If a state that has trustworthy paper and keeps track of the paper wanted to conduct a risk-limiting audit of the presidential contest this November, it’s not too late to make that happen. Depending on state laws, this might require emergency regulation by the Secretary of State or emergency legislation or executive order. In some places, individual Registrars of Voters could voluntarily audit (not that a majority would).

    Of course, auditing cannot ensure that reported outcomes are correct unless the audit trail of votes is trustworthy, and several states (e.g., GA, PA) have taken steps either backwards or sideways by moving to ballot-marking devices rather than primarily using hand-marked ballots.

    • Thank you, Professor Stark, for taking the time to reply to my comment.
      My impression from what you are saying is that the implementation of risk-limiting audits is, at this point in time, largely dependent on the good will of those who oversee elections in each state. Not an entirely encouraging prospect.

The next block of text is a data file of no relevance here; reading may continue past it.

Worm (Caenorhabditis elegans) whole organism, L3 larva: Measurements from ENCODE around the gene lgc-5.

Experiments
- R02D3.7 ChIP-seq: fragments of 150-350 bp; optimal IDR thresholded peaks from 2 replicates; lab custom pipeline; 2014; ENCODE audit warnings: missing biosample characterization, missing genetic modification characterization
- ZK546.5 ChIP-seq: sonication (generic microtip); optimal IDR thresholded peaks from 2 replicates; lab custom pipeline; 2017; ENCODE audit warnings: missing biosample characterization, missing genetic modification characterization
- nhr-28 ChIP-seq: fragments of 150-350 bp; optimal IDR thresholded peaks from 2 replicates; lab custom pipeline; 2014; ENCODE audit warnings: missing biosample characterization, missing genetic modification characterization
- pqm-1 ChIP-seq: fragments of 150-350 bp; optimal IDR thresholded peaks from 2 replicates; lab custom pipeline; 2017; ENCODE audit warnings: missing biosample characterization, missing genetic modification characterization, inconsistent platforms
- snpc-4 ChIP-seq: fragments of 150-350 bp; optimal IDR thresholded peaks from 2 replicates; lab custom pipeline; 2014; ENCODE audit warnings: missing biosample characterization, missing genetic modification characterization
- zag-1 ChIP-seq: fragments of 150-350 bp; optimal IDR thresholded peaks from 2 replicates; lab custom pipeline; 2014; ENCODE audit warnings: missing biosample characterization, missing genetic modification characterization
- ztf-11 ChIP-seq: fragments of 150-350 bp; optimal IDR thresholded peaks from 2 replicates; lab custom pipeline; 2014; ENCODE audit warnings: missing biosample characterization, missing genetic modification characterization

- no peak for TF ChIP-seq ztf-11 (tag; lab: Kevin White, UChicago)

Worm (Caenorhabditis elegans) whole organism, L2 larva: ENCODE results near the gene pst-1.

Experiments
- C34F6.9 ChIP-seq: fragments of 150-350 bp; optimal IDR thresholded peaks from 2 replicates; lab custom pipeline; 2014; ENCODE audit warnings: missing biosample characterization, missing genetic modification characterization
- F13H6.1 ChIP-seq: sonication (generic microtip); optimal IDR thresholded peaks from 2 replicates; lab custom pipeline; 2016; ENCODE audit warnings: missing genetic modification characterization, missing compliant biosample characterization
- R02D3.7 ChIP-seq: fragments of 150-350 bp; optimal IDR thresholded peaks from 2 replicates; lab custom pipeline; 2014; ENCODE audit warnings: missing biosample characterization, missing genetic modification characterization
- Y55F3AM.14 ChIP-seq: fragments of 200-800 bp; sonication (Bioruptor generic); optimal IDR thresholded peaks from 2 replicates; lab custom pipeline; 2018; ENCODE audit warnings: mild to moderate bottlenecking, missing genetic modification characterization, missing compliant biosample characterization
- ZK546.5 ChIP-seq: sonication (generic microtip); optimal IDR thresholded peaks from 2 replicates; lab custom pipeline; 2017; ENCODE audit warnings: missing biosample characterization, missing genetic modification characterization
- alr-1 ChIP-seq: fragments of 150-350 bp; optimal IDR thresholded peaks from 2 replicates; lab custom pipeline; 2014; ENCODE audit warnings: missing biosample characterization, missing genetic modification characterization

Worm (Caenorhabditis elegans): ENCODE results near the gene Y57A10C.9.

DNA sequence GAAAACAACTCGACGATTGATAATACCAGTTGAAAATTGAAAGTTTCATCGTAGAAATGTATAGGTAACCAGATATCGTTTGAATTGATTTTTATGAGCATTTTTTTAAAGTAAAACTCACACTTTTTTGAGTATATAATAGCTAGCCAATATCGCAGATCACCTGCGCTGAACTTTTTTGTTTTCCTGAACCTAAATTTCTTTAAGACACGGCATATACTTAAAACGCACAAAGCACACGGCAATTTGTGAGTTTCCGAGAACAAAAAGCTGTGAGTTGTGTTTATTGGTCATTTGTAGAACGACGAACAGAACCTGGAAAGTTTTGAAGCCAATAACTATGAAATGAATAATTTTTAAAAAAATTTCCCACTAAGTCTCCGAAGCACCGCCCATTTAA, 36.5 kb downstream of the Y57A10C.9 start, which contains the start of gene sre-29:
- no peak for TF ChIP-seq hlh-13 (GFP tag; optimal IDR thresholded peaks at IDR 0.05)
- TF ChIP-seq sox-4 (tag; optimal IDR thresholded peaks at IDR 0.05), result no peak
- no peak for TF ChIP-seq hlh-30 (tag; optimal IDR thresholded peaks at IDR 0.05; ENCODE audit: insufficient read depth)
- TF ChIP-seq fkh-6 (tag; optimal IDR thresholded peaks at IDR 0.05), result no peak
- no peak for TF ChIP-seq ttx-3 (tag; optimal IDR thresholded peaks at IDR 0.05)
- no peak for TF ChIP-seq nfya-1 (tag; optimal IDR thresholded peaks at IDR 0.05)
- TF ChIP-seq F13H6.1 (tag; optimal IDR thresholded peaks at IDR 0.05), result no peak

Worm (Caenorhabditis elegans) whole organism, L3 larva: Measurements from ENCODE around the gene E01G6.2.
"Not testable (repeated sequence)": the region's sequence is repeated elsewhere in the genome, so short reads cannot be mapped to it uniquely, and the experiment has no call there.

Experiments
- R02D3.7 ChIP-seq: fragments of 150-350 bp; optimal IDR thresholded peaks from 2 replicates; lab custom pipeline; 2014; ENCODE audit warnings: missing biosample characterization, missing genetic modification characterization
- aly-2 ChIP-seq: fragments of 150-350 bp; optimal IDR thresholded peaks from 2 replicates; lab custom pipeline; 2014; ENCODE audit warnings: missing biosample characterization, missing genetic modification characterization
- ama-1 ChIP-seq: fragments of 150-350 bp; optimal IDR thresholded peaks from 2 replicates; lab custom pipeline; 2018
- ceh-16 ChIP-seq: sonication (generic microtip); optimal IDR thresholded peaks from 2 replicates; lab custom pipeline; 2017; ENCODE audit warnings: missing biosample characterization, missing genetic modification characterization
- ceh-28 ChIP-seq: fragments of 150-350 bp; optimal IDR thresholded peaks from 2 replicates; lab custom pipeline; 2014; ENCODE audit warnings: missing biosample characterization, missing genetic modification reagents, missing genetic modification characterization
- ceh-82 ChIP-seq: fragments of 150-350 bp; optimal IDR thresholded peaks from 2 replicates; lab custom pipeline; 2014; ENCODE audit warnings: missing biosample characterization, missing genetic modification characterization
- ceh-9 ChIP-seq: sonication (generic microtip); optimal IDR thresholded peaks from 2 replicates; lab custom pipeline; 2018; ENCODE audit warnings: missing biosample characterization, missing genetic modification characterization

Hopefully, in time, risk-limiting audits will be required by law in every state. Until then…

  4. Am I missing something?
    But isn’t it a bit late in the game for “Election officials [to] commit to conducting risk-limiting audits” for the 2020 presidential election? Senator Wyden’s PAVE Act was introduced in May of 2019; as far as I can tell, it has not become law. So what’s going incentivize election officials, most of whom are politicians, if I’m not mistaken, to implement risk-limiting audits.
    I am all for risk-limiting audits because I believe it will protect us against any possible irregularities that may occur, as witnessed in 2000, 2004 and 2016. But we are a long way, (please correct me if I’m wrong) from having risk-limiting audits as standard practice in our elections. I certainly hope that it will become so.
    But thank you for trying.